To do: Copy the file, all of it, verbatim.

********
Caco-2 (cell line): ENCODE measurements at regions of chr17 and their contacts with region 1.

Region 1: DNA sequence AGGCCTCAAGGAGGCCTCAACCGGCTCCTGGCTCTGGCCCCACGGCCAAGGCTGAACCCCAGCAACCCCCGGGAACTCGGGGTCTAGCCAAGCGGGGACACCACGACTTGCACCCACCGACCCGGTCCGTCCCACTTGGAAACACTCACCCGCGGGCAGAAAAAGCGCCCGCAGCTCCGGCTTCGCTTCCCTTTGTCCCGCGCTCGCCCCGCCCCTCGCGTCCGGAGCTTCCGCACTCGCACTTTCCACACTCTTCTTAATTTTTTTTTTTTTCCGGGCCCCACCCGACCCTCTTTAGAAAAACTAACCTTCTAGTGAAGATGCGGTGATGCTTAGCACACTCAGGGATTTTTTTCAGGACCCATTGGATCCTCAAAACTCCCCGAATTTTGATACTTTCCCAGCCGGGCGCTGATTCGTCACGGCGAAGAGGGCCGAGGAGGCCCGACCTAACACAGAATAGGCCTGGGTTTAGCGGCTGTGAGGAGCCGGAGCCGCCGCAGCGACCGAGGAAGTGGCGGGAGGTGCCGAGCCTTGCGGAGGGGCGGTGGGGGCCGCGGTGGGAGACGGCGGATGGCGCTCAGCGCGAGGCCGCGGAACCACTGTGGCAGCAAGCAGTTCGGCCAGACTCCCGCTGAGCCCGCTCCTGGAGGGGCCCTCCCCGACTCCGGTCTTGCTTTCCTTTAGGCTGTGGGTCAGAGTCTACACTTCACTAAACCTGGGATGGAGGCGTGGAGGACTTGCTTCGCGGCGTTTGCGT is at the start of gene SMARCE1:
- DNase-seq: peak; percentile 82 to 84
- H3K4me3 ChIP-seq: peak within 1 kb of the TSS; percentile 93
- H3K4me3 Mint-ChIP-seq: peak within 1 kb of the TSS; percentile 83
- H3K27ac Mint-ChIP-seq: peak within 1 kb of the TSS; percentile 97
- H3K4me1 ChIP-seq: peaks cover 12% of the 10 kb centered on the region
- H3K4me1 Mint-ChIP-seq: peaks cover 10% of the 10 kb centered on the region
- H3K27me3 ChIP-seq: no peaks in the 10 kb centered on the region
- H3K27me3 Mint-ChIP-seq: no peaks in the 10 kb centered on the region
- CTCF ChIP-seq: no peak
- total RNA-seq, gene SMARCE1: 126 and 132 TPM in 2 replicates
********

Caco-2 (cell line): ENCODE measurements at regions of chr17 and their contacts with region 1.

Region 1: DNA sequence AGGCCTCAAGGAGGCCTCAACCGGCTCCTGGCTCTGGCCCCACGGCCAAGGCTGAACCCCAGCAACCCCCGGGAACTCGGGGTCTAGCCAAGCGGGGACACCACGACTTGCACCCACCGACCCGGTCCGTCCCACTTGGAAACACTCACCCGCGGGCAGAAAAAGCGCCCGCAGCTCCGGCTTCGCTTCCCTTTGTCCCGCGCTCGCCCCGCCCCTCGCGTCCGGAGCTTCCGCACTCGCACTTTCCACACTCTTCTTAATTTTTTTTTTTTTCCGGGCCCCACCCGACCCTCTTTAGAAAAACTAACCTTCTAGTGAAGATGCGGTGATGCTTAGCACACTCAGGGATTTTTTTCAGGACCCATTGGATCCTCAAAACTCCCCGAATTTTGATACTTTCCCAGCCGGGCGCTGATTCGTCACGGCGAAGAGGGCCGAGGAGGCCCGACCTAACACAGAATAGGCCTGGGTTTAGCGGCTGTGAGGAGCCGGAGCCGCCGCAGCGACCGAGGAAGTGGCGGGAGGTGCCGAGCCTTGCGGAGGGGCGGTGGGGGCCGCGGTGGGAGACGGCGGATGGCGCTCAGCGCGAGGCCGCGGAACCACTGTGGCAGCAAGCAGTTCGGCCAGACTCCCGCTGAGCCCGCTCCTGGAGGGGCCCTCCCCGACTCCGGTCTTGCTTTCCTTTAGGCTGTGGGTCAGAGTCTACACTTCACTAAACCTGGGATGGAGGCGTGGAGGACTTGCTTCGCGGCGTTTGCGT is at the start of gene SMARCE1:
- DNase-seq: peak; percentile 82 to 84
- H3K4me3 ChIP-seq: peak within 1 kb of the TSS; percentile 93
- H3K4me3 Mint-ChIP-seq: peak within 1 kb of the TSS; percentile 83
- H3K27ac Mint-ChIP-seq: peak within 1 kb of the TSS; percentile 97
- H3K4me1 ChIP-seq: peaks cover 12% of the 10 kb centered on the region
- H3K4me1 Mint-ChIP-seq: peaks cover 10% of the 10 kb centered on the region
- H3K27me3 ChIP-seq: no peaks in the 10 kb centered on the region
- H3K27me3 Mint-ChIP-seq: no peaks in the 10 kb centered on the region
- CTCF ChIP-seq: no peak
- total RNA-seq, gene SMARCE1: 126 and 132 TPM in 2 replicates